Sitting here thinking about how good it is to have friends who are significantly younger than I am. It changes my perspective on things. It makes me reflect on what I could be doing differently. And it means there will be someone to actually attend my funeral.
Looking at the new starts of my son, his friends, and the kids of my dear friends, I think back over 30+ years of marriage and contemplate the lessons that God teaches us over time. I see areas that I wish I had taken better care of over the years. I see big stretches where God's grace alone kept us going (and here we thought it was US!). And I even see lots of things that we did right. Thanks be to God.
The one thing that I have learned--scratch that, that I'm STILL learning--is that it is important to appreciate and care for what you have right now, not when you have a "nicer house" or "better things". In going through some of the pictures that my mom had stored away, I came across some pictures of my Mama Warren and Pop's house. This was a house that radiates peace in my memories. I loved it there. I thought it was beautiful.
When I looked at the pictures, I was taken by how spare it was in reality. They didn't own a lot of stuff. It was so plain. But to my eyes, and soul, as a child, it was beautiful.
And then it hit me what it was about the house. It was clean. It was orderly. It was taken care of. And that order brought peace, calm and restfulness.
That is something that I've never been particularly good at. My mom, as beautiful, talented, gifted and loving as she was, wasn't good at it either. And it is a habit of being that I wish I had cultivated much earlier in my life. I wish that my home had been more of a sanctuary and less of a train station.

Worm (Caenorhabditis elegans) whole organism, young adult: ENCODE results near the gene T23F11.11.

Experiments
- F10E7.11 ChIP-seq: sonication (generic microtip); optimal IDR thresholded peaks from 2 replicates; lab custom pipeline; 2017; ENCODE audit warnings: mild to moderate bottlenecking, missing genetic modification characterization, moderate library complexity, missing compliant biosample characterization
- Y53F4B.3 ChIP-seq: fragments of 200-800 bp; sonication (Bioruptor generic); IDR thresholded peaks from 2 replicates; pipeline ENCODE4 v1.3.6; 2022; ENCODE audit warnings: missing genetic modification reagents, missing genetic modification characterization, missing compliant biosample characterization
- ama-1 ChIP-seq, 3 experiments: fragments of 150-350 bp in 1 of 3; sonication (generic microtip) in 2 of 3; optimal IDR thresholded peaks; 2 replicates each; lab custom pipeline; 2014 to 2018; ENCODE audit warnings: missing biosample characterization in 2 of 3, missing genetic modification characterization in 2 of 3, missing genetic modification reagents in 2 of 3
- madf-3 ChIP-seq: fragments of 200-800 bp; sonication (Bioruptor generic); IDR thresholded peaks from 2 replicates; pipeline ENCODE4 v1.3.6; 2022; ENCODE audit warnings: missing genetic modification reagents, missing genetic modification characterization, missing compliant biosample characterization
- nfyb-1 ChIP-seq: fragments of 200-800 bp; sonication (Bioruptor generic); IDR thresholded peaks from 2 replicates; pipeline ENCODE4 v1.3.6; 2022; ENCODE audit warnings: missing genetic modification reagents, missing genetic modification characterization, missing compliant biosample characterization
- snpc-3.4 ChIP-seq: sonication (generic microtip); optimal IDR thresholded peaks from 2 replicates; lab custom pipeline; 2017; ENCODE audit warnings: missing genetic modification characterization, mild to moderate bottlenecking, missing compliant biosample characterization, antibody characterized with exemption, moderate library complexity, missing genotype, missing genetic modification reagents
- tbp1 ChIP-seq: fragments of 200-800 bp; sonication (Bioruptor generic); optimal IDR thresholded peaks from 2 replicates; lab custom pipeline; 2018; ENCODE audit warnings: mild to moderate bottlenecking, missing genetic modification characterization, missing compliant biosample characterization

Look, I know that some families thrive on movement and chaos and activity. And it bothers them not at all that their home is disorganized and crazy. But it has always bothered me. I don't want to replace my memories with memories of a perfectly cared for home. But I wish I had developed the habits early on that would have made it better.
Sometimes I think that we won't get those better things we long for until we prove that we can take care of what we've got. What's the point of nicer things, if you don't develop the habit of taking care of what you have now? When the nicer things come, you'll be tempted to either not use them (and keep them "for nice") or you'll treat them the same way that you treated everything you had before, and they'll soon be not so nice.
My grandmother's stuff was not expensive, but it was all taken care of well. She owned nothing that wasn't used.
Still all these years into a common life, I struggle with this. I am still in the process of sanctuary making.
I just wish I had started earlier. Because by now, maybe even a few of my grandmother's habits would have been established in me. And I want to (only when asked, only when asked!) encourage that in my young friends.